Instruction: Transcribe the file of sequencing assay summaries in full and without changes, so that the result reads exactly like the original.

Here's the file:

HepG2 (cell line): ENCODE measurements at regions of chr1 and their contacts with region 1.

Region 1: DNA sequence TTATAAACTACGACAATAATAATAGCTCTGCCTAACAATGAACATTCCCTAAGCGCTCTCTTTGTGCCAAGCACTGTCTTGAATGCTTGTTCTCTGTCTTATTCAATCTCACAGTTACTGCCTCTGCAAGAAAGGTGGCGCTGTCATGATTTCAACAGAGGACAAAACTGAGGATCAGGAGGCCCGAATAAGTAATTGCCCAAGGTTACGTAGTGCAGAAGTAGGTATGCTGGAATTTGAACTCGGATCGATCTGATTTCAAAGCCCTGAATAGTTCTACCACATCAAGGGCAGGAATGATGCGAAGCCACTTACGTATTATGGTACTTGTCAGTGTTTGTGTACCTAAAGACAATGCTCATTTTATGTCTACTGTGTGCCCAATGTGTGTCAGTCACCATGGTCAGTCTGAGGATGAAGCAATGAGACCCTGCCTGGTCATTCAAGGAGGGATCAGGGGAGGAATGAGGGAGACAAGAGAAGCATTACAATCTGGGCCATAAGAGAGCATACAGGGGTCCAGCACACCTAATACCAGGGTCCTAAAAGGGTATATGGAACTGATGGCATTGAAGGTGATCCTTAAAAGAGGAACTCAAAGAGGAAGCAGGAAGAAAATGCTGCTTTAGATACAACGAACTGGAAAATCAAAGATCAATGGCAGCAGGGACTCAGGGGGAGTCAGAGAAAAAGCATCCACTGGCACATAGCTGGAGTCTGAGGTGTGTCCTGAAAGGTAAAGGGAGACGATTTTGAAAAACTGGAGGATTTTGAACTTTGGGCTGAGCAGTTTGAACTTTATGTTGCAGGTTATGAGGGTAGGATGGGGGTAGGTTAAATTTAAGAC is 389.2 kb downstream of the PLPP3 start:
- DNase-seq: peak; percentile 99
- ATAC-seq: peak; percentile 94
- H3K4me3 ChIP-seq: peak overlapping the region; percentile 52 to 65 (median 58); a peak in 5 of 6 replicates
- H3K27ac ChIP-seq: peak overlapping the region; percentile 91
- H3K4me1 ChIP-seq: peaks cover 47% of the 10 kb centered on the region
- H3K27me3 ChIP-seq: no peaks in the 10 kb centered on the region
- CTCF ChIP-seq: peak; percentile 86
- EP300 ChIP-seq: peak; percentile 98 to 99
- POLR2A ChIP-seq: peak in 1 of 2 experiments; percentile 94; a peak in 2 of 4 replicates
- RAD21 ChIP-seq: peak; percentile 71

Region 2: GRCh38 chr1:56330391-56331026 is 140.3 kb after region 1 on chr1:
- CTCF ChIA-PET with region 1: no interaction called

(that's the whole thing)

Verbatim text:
HepG2 (cell line): ENCODE measurements at regions of chr1 and their contacts with region 1.

Region 1: DNA sequence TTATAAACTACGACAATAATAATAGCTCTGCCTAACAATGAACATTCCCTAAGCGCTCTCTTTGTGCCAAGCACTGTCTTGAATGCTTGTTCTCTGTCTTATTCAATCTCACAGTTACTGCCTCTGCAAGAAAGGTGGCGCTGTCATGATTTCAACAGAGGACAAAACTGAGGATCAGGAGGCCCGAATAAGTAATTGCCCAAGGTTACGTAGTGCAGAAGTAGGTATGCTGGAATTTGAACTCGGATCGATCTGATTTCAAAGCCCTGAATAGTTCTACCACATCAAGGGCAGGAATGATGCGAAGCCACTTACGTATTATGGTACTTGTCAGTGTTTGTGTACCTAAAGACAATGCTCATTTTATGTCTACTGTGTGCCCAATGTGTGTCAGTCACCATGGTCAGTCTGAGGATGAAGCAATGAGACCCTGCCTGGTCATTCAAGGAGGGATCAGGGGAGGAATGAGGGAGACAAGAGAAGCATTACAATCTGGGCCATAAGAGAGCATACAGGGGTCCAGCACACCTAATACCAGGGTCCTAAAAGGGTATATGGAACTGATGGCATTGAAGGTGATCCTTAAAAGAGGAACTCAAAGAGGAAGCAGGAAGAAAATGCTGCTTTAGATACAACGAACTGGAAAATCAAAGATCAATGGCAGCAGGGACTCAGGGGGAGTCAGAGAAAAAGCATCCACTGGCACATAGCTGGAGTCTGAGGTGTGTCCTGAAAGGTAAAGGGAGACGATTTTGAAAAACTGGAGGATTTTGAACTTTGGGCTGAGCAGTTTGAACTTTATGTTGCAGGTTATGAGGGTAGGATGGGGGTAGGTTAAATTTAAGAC is 389.2 kb downstream of the PLPP3 start:
- DNase-seq: peak; percentile 99
- ATAC-seq: peak; percentile 94
- H3K4me3 ChIP-seq: peak overlapping the region; percentile 52 to 65 (median 58); a peak in 5 of 6 replicates
- H3K27ac ChIP-seq: peak overlapping the region; percentile 91
- H3K4me1 ChIP-seq: peaks cover 47% of the 10 kb centered on the region
- H3K27me3 ChIP-seq: no peaks in the 10 kb centered on the region
- CTCF ChIP-seq: peak; percentile 86
- EP300 ChIP-seq: peak; percentile 98 to 99
- POLR2A ChIP-seq: peak in 1 of 2 experiments; percentile 94; a peak in 2 of 4 replicates
- RAD21 ChIP-seq: peak; percentile 71

Region 2: GRCh38 chr1:56330391-56331026 is 140.3 kb after region 1 on chr1:
- CTCF ChIA-PET with region 1: no interaction called